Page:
Original article was published on Deep Learning on Medium
The chasm between the ordinary and extraordinary uses of computers started almost 70 years ago, when Alan Turing proposed a gimmick that accidentally helped found the field of artificial intelligence. Turing guessed that machines would become most compelling when they became convincing companions, which is essentially what today’s smartphones (and smart toasters) do. But computer scientists missed the point by contorting Turing’s thought experiment into a challenge to simulate or replace the human mind.
In his 1950 paper, Turing described a party game, which he called the imitation game. Two people, a man and a woman, would go behind closed doors, and another person outside would ask questions in an attempt to guess which one was which. Turing then imagined a version in which one of the players behind the door is a human and the other a machine, like a computer. The computer passes the test if the human interlocutor can’t tell which is which. As it institutionalized, the Turing test, as it is known, has come to focus on computer characters — the precursors of the chatbots now popular on Twitter and Facebook Messenger. There’s even an annual competition for them. Some still cite the test as a legitimate way to validate machine intelligence.
But Turing never claimed that machines could think, let alone that they might equal the human mind. Rather, he surmised that machines might be able to exhibit convincing behavior. For Turing, that involves a machine’s ability to pass as something else. As computer science progressed, “passing” the Turing test came to imply success as if on a licensure exam, rather than accurately portraying a role.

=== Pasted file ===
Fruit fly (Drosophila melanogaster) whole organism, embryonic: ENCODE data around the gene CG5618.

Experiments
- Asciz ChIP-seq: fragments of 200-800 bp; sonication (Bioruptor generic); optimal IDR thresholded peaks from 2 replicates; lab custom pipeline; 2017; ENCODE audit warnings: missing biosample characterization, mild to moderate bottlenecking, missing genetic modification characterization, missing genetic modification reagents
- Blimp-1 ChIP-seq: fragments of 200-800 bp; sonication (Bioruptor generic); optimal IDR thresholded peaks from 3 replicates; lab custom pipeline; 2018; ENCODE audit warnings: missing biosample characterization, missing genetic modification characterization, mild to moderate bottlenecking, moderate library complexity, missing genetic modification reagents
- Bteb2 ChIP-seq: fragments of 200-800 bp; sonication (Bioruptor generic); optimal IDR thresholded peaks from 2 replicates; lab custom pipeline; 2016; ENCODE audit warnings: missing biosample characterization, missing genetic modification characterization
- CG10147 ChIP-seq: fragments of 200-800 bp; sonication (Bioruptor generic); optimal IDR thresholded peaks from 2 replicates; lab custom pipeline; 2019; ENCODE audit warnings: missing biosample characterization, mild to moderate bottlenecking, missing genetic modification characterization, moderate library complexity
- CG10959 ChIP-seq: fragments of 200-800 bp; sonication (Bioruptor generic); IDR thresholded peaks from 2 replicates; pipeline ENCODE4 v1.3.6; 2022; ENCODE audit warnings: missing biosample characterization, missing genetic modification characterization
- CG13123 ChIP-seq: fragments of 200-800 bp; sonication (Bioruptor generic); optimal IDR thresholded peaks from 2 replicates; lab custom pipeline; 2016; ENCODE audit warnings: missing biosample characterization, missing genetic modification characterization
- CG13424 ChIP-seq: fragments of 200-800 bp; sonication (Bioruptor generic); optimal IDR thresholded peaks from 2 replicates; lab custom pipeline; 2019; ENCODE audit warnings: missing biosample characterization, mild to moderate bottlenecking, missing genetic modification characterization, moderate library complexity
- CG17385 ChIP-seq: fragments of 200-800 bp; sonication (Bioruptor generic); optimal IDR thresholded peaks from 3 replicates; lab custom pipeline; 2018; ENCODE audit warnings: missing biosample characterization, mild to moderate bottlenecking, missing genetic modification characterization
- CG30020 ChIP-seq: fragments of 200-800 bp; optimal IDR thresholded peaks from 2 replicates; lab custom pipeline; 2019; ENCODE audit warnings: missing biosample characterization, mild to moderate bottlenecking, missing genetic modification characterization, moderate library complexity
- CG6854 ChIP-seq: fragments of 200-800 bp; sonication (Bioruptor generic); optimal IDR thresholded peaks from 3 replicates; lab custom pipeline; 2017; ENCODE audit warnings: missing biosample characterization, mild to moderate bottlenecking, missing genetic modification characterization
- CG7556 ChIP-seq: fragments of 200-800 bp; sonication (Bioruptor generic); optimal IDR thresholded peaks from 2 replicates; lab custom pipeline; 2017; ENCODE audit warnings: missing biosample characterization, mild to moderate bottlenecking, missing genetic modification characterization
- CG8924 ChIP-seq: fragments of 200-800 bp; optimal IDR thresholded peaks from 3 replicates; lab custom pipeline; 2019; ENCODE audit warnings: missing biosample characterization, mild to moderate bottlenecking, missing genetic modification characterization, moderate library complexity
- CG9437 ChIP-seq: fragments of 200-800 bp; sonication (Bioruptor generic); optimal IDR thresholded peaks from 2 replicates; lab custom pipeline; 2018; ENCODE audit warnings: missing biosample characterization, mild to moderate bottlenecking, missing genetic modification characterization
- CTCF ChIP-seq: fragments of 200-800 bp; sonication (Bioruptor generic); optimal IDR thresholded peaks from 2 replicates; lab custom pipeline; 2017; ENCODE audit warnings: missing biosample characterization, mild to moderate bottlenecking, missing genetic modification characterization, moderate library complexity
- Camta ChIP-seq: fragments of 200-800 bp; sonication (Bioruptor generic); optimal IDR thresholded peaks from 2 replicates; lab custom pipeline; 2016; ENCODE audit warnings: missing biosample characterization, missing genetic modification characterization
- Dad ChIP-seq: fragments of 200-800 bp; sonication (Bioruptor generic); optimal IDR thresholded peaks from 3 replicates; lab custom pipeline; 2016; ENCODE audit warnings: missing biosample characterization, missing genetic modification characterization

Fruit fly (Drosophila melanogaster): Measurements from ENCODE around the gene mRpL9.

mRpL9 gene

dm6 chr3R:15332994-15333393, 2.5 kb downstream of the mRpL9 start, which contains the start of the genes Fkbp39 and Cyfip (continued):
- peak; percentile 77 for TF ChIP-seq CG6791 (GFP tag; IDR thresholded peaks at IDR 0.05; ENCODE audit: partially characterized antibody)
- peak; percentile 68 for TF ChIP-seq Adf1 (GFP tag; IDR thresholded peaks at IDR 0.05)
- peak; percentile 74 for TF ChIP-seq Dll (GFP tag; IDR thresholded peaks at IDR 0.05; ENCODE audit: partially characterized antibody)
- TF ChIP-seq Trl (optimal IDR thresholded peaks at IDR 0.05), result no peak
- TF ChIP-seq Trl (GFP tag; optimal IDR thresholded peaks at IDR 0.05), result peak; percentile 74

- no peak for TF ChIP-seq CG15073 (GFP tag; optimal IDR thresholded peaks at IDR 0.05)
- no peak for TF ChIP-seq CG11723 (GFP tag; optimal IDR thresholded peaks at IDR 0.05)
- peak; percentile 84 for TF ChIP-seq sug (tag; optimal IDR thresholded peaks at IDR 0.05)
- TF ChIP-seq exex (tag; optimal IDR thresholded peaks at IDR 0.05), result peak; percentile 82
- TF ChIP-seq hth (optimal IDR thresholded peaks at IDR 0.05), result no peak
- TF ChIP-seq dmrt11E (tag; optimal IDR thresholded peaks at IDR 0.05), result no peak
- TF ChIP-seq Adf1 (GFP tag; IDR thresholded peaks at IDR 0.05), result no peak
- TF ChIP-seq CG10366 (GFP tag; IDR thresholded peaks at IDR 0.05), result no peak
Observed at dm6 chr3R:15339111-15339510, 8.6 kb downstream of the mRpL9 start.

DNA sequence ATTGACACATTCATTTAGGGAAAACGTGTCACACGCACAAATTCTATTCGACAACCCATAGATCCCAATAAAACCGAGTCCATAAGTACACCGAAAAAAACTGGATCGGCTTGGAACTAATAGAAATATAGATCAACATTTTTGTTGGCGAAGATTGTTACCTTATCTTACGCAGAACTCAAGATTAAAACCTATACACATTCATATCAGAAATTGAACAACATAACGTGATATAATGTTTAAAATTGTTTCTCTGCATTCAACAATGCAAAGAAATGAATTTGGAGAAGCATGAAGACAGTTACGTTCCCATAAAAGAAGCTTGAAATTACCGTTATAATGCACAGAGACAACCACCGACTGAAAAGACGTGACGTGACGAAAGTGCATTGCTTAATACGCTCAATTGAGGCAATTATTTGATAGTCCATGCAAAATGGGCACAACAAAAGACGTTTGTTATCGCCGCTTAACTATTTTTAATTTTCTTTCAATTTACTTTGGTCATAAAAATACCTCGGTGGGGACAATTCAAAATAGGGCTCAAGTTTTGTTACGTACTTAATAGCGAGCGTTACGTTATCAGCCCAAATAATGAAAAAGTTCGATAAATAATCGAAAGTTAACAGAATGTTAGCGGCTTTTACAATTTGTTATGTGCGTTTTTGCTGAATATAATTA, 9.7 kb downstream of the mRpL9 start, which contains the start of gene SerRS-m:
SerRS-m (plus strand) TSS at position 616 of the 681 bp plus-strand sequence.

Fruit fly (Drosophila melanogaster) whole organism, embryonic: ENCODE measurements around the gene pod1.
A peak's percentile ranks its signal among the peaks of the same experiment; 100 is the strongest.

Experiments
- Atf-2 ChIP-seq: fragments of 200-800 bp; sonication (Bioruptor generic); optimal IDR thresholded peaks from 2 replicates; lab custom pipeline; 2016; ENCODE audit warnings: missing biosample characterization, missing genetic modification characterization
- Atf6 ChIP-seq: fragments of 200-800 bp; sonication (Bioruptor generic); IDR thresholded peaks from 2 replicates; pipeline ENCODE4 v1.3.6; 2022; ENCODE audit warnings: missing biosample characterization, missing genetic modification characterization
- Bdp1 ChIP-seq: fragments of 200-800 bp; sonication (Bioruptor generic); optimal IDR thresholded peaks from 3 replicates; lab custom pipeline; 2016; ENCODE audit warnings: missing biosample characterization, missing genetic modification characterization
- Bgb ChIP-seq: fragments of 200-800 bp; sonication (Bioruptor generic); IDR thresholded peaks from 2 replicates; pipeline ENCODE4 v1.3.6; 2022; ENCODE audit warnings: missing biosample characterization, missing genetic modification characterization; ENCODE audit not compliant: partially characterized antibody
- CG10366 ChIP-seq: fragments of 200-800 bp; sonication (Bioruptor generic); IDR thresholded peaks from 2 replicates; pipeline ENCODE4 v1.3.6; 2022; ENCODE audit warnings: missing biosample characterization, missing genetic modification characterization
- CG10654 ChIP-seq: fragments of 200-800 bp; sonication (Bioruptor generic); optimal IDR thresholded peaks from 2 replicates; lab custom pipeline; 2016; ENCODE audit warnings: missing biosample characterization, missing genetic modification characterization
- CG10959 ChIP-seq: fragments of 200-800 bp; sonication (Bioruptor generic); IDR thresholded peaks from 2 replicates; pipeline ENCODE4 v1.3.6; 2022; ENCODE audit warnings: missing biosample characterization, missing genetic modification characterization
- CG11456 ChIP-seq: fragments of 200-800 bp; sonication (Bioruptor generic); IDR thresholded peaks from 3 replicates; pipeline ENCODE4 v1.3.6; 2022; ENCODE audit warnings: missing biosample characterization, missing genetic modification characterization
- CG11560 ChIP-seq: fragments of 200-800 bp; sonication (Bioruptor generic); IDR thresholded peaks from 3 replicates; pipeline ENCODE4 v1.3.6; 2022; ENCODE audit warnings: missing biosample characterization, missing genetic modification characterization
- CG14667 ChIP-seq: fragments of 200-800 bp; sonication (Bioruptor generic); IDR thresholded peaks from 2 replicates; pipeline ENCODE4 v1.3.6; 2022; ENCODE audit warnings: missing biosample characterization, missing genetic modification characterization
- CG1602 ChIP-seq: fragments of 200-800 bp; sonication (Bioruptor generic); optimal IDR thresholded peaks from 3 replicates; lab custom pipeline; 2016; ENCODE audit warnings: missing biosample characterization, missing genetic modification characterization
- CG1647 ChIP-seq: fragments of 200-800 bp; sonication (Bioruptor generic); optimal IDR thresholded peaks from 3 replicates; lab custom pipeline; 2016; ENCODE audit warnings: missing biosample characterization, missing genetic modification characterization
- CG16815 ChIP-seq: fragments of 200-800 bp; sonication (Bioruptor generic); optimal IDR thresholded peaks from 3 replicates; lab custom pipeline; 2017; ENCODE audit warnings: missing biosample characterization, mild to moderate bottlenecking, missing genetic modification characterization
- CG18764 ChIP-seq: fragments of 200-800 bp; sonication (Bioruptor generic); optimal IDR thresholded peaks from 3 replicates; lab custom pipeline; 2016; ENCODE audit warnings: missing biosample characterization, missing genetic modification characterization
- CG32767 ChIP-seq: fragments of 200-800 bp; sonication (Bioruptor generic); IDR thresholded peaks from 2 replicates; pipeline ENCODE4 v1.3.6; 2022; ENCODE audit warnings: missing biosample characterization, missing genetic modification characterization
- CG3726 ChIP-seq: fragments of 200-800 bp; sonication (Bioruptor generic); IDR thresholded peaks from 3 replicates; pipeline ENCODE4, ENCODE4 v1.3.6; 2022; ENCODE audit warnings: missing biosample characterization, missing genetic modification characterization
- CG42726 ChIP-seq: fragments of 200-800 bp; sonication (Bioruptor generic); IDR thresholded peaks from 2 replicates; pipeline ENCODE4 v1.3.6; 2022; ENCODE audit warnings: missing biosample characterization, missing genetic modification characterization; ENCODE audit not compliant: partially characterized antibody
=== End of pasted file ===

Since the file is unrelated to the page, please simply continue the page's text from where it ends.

That misinterpretation might have marked the end of Turing’s vision of computers as convincing machines. But he also baked persuasion into the design of computer hardware itself. In 1936, Turing proposed a conceptual machine that manipulates symbols on a strip of tape according to a finite series of rules. The machine positions a head that can read and write symbols on discrete cells of the tape. Each symbol corresponds with an instruction, like writing or erasing, which the machine executes before moving to another cell on the tape.
The design, known as the universal Turing machine, became an influential model for computer processing. After a series of revisions by John von Neumann and others, it evolved into the stored-programming technique — a computer that keeps its program instructions as well as its data in memory.
In the history of computing, the Turing machine is usually considered an innovation independent from the Turing test. But they’re connected. General computation entails a machine’s ability to simulate any Turing machine (computer scientists call this feat Turing completeness). A Turing machine, and therefore a computer, is a machine that pretends to be another machine.
Think about the computing systems you use every day. All of them represent attempts to simulate something else. Like how Turing’s original thinking machine strived to pass as a man or woman, a computer tries to pass, in a way, as another thing. As a calculator, for example, or a ledger, or a typewriter, or a telephone, or a camera, or a storefront, or a café.
After a while, successful simulated machines displace and overtake the machines they originally imitated. The word processor is no longer just a simulated typewriter or secretary, but a first-order tool for producing written materials of all kinds. Eventually, if they thrive, simulated machines become just machines.
Today, computation overall is doing this. There’s not much work and play left that computers don’t handle. And so, the computer is splitting from its origins as a means of symbol manipulation for productive and creative ends, and becoming an activity in its own right. Today, people don’t seek out computers in order to get things done; they do the things that let them use computers.